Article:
Last night, I spent some time in 1922. Why? Because I need to create characters for my third World War Two Nebraska book and proposal. Once again, I have setting, plot points and shadowy characters who still need a name and more definition. Does this strike anyone else as backwards?
Anyway, when looking for names that are appropriate to a specific time period, what better place to start than with the Social Security Administration’s most popular names site? From this page, you can pick any year through 2005, and a table with the top 20 male and female names pulls up.
That’s a good start for picking names, but that’s not where I end.
Next I pick up the Baby Name Survey Book. My friend Colleen Coble recommended it to me last year, and it has become the most used of my “writing” books. It contains a very short meaning for a name, a description of what people think of when they hear that name, and then some famous people with that name.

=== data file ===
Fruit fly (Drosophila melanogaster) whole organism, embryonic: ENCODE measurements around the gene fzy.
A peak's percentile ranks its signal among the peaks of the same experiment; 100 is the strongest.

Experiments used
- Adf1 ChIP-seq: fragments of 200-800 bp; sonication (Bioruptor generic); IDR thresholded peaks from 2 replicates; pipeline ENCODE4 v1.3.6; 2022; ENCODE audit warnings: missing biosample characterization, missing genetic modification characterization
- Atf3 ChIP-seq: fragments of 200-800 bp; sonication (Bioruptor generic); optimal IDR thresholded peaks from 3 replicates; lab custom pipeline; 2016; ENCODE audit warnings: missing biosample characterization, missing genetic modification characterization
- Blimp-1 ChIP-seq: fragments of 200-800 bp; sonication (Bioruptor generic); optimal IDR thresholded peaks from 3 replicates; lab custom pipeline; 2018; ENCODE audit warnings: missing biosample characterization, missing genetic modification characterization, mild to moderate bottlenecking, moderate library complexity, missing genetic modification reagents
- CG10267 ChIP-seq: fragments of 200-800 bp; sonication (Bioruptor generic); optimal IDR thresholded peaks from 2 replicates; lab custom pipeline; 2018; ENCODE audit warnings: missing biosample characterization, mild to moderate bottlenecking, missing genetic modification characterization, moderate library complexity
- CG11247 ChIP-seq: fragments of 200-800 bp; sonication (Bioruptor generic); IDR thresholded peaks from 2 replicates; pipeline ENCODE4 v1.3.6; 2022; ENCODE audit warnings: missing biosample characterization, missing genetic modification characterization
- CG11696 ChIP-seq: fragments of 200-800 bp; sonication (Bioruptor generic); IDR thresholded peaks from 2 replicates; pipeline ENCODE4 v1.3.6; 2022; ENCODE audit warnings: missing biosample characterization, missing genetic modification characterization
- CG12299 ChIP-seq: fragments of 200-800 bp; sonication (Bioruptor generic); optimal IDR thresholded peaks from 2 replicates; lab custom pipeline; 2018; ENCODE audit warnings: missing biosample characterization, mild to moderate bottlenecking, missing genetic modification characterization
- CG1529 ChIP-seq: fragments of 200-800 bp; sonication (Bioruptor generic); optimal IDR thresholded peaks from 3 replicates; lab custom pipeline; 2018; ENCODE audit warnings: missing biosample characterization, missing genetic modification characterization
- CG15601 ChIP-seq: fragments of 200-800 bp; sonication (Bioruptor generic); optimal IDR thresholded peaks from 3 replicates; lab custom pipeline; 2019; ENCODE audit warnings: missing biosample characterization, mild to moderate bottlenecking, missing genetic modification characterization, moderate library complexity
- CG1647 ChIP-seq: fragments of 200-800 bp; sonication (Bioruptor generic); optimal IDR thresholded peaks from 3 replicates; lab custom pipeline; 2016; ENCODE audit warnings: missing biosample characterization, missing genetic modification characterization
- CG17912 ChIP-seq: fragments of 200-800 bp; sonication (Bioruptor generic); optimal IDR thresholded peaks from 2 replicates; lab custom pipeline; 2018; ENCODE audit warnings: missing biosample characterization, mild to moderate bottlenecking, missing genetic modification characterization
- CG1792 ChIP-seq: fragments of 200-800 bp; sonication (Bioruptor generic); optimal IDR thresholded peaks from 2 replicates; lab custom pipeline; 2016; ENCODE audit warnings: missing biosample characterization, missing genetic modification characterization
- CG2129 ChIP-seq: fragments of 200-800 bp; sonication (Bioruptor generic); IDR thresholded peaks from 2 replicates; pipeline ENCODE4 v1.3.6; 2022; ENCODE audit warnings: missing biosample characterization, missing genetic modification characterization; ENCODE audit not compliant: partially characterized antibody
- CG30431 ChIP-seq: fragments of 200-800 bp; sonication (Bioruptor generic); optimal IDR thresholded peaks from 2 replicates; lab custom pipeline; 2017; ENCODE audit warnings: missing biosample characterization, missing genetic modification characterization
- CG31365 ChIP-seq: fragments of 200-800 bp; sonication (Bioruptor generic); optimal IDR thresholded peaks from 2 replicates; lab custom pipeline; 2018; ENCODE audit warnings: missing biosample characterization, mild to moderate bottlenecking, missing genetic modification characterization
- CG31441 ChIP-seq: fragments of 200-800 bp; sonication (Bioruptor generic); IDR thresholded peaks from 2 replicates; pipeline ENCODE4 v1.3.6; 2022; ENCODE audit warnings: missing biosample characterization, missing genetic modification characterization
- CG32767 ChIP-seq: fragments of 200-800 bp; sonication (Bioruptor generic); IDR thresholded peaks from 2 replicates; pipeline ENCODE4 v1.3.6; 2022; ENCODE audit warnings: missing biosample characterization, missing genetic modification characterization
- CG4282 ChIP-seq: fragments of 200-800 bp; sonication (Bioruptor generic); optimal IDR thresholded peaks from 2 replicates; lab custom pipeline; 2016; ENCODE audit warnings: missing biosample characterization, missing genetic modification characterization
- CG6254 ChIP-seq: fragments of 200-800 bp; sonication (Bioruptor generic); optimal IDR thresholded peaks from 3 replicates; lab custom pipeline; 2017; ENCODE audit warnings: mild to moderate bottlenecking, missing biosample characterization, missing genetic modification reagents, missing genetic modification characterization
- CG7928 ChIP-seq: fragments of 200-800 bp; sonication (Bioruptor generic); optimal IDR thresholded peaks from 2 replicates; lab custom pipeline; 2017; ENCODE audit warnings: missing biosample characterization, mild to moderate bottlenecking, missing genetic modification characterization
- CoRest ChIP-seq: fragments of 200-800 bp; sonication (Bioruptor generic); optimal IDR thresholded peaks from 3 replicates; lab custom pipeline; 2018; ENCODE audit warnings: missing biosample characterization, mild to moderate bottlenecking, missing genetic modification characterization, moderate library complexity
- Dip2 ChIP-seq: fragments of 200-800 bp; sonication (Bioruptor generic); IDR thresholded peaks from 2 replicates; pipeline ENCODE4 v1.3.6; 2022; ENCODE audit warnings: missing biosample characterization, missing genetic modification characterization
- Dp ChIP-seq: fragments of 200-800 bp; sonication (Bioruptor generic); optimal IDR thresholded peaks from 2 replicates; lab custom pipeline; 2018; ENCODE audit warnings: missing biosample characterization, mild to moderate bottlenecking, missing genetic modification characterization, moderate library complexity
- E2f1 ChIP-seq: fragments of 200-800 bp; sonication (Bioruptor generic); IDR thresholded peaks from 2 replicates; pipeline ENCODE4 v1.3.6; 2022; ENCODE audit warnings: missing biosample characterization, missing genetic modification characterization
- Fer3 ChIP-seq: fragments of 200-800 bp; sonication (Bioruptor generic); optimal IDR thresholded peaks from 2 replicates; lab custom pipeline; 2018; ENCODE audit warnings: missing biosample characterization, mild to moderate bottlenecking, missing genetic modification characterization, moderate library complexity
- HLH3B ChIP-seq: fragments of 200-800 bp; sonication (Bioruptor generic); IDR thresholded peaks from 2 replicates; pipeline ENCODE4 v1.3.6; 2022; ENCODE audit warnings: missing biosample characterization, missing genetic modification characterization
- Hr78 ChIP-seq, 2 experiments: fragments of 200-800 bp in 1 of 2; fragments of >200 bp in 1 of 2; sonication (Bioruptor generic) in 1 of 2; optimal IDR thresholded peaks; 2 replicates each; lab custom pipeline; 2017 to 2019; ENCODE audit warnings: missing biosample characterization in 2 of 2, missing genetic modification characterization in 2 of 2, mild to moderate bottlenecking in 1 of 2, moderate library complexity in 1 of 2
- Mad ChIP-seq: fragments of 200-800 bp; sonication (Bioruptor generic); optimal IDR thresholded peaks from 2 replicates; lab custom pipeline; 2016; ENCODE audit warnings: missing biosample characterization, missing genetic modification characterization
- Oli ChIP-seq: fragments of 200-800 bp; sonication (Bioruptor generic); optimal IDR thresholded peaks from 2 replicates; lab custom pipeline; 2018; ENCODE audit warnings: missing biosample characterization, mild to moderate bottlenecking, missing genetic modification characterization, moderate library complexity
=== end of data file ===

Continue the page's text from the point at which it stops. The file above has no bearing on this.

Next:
For example, did you know that Henry means ruler of an estate and is seen as either 1) a frail, bookish nerd; 2) an ambitious, independent entrepreneur; or 3) a strong, easygoing farmer. Now I need a name for a farmer since the heroine’s dad farms the old homestead, so Henry is automatically in the running along with George (meaning: farmer; image: plain older man who is quiet, kind, friendly, reliable and slow). Neither Henry or George is perfect, but I like that both have connotations of farming, so will probably pick one of those.
Knowing what the name means and how it is perceived also helps with picking character traits, motivations and challenges for my characters.
How do you pick names for your characters or kids?